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An Essay on Slavery and Abolitionism by Beecher

Clarkson hastened to London to purchase


what proof is there, that if the Abolitionists had taken another method, the one more in accordance with the laws of mind and the dictates of experience, that there would have been at the South all this violence? Before the abolition movement commenced, both northern and southern men, expressed their views freely at the South. The dangers, evils, and mischiefs of slavery were exhibited and discussed even in the legislative halls of more than one of the Southern States, and many minds were anxiously devising measures, to bring this evil to an end.

Now let us look at some of the records of past experience. Clarkson was the first person who devoted himself to the cause of Abolition in England. His object was to convince the people of England that they were guilty of a great impolicy, and great sin, in permitting the slave-trade. He was to meet the force of public sentiment, and power, and selfishness, and wealth, which sustained this traffic, in that nation. What were his measures? He did not go to Sweden, or Russia, or France, to awaken public sentiment against the sins of the English.--He began by first publishing an inquiry in England whether it was right to seize men, and make them slaves. He went unostentatiously to some of the best and most pious men there, and endeavoured to interest them in the inquiry.

Then he published an article on the impolicy of the slave-trade, showing its disadvantages. Then he collected

information of the evils and enormities involved in the traffic, and went quietly around among those most likely to be moved by motives of humanity and Christianity. In this manner he toiled for more than fourteen years, slowly implanting the leaven among the good men, until he gained a noble band of patriots and Christians, with Wilberforce at their head.

The following extract from a memoir of Clarkson discloses the manner and spirit in which he commenced his enterprise, and toiled through to its accomplishment.

"In 1785 Dr. Peckhard, Vice-Chancellor of the University, deeply impressed with the iniquity of the slave-trade, announced as a subject for a Latin Dissertation to the Senior Bachelors of Arts: '_Anne liceat invitos in servitutem dare?_' 'Is it right to make slaves of others against their will?' However benevolent the feelings of the Vice-Chancellor, and however strong and clear the opinions he held on the inhuman traffic, it is probable that he little thought that this discussion would secure for the object so dear to his own heart, efforts and advocacy equally enlightened and efficient, that should be continued, until his country had declared, not that the slave-trade only, but that slavery itself should cease.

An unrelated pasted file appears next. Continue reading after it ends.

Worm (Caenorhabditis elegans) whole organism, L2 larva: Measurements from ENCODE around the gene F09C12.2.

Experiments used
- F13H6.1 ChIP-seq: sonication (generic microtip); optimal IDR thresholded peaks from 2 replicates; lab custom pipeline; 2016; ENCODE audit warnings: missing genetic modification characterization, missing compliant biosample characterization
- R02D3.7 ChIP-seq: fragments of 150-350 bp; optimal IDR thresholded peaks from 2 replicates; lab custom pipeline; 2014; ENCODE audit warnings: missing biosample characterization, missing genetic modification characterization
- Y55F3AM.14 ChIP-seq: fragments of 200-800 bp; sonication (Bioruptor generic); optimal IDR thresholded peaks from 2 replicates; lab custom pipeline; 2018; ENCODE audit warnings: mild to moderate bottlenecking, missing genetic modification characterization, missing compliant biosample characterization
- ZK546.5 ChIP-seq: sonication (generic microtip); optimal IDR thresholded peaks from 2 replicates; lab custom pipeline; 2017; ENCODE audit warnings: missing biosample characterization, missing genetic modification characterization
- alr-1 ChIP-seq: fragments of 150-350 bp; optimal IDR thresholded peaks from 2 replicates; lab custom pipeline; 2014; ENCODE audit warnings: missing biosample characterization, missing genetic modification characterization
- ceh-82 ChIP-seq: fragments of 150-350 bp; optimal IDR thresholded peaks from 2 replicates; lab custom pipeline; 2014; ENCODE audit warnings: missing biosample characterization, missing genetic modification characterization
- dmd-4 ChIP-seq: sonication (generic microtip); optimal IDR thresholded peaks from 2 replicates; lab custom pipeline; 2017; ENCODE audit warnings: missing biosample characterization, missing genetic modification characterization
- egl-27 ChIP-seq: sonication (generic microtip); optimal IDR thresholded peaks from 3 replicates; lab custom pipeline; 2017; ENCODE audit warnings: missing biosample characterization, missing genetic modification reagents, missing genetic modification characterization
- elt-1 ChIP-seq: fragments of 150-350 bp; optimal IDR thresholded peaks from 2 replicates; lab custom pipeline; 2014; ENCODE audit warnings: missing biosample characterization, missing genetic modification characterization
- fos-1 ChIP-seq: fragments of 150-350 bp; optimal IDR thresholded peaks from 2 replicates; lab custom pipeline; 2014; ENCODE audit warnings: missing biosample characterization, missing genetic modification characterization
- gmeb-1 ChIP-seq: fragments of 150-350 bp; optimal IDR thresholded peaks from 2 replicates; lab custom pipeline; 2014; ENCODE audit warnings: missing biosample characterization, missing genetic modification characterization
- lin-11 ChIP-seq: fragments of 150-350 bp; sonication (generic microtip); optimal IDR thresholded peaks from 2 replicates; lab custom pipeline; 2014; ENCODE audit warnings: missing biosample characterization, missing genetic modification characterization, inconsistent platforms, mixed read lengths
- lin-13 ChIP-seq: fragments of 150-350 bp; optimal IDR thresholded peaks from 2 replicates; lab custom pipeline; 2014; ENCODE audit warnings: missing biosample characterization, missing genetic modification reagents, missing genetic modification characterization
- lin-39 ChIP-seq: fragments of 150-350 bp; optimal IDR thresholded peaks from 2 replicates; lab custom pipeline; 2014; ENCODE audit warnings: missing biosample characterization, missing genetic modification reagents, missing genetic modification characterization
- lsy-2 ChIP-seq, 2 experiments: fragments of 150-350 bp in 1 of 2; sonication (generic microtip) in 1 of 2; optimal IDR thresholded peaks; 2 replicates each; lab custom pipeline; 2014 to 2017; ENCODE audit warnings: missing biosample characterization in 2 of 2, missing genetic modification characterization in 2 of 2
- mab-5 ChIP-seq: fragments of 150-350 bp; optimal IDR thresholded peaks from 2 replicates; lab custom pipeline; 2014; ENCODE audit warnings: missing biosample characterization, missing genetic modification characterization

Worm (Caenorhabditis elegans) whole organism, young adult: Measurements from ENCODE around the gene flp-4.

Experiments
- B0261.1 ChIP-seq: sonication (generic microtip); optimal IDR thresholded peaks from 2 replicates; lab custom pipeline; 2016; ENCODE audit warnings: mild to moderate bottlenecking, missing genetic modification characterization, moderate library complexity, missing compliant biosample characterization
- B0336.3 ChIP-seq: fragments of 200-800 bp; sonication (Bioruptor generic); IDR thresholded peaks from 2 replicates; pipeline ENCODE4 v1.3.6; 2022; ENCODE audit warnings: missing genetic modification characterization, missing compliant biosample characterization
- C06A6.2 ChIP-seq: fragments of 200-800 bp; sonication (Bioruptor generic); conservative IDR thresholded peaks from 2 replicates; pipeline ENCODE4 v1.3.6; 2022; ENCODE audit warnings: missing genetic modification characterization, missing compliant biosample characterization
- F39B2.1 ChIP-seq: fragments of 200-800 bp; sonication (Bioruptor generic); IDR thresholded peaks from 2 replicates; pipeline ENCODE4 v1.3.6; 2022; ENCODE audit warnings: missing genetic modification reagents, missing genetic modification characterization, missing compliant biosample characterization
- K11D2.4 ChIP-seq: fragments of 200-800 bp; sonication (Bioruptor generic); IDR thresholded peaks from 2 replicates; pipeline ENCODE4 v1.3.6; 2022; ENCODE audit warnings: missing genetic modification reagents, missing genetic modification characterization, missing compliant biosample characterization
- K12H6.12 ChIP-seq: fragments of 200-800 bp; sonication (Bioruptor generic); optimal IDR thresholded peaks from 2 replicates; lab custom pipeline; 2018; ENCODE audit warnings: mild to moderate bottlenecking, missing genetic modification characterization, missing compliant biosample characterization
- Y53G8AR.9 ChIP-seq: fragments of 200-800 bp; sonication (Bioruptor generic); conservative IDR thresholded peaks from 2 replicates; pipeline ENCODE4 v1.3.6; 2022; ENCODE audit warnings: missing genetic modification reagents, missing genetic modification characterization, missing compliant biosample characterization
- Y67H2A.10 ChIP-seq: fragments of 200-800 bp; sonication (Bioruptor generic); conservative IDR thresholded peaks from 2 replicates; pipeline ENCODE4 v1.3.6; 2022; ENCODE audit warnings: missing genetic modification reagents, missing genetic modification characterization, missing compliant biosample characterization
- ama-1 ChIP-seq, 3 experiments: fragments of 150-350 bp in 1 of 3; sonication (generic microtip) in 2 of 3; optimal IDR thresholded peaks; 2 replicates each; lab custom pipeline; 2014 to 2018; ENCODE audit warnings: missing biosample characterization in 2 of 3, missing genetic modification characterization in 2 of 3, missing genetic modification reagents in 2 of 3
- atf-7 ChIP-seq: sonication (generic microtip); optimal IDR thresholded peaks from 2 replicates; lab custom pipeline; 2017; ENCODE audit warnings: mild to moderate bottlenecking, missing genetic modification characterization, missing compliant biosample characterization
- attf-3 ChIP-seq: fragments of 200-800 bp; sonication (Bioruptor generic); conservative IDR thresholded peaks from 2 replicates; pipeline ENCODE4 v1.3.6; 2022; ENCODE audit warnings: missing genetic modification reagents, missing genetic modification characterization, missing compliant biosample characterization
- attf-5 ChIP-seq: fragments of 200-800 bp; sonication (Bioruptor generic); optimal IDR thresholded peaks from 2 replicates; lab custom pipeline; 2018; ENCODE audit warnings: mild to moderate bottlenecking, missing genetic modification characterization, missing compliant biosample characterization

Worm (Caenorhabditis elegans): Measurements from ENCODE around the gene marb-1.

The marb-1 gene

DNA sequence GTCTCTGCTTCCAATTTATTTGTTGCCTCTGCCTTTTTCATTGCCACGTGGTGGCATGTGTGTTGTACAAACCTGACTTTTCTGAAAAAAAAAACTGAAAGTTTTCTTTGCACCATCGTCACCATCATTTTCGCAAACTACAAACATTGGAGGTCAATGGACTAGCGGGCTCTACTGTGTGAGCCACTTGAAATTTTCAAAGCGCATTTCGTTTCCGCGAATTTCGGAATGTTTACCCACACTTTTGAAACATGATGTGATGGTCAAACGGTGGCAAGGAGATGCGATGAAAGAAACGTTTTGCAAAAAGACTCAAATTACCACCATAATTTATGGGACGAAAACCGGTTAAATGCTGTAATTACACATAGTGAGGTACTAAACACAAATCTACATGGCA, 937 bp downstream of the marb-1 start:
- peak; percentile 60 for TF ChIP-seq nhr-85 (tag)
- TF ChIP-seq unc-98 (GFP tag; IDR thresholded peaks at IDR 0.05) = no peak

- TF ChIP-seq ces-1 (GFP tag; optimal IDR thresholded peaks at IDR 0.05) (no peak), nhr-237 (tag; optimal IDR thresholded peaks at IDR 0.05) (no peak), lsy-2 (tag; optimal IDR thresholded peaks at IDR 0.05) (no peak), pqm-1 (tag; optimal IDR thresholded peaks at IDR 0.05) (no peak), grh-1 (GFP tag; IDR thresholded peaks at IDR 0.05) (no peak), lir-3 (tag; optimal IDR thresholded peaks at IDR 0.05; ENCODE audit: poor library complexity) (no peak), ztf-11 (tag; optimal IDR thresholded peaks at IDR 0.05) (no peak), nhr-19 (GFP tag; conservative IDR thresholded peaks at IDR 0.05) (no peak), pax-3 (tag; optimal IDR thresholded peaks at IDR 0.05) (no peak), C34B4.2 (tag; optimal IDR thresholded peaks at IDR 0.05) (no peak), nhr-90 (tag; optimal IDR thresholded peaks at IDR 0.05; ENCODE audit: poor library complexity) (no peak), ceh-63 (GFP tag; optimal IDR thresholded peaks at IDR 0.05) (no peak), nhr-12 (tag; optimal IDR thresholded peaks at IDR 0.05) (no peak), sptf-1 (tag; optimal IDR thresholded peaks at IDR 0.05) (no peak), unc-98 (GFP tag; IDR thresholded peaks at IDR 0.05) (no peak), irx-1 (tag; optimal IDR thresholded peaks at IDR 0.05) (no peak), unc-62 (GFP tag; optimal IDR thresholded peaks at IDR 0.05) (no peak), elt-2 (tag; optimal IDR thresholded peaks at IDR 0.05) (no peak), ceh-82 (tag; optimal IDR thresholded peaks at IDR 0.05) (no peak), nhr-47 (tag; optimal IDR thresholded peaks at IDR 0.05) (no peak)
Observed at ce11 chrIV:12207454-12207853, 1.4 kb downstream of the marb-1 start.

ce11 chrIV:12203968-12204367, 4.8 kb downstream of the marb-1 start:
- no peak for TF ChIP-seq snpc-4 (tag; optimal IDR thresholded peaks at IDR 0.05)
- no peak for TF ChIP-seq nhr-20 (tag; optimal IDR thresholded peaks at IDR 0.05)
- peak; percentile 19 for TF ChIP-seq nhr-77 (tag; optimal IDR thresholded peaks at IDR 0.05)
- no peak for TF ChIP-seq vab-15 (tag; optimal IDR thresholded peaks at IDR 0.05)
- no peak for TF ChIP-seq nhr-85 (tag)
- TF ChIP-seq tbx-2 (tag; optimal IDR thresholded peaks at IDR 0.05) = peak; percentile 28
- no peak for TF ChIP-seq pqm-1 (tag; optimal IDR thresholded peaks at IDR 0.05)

"Mr. Clarkson, having in the preceding year gained the first prize for the Latin Dissertation, was naturally anxious to maintain his honourable position; and no efforts were spared, during the few intervening weeks, in collecting information and evidence. Important facts were gained from Anthony Benezet's Historical Account of Guinea, which Mr. Clarkson hastened to London to purchase. Furnished with these and other valuable information, he commenced his difficult task. How it was accomplished, he thus informs us.

"'No person,' he states,[1] 'can tell the severe trial which the writing of it proved to me. I had expected pleasure from the invention of the arguments, from the arrangement of them, from the putting of them together, and from the thought, in the interim, that I was engaged in an innocent contest for literary honour. But all my pleasure was damped by the facts which were now continually before me. It was but one gloomy subject from morning to night. In the day-time I was uneasy; in the night I had little rest. I sometimes never closed my eyelids for grief. It became now not so much a trial for academical reputation, as for the production of a work which might be useful to injured Africa. And keeping this idea in my mind ever after the perusal of Benezet, I always slept with a candle in my room, that I might rise out of bed, and put down such thoughts as might occur to me in the night, if I judged them valuable, conceiving that no arguments of any moment should be lost in so great a cause. Having at length finished this painful task, I sent my Essay to the Vice-Chancellor, and soon afterwards found myself honoured, as before, with the first prize.

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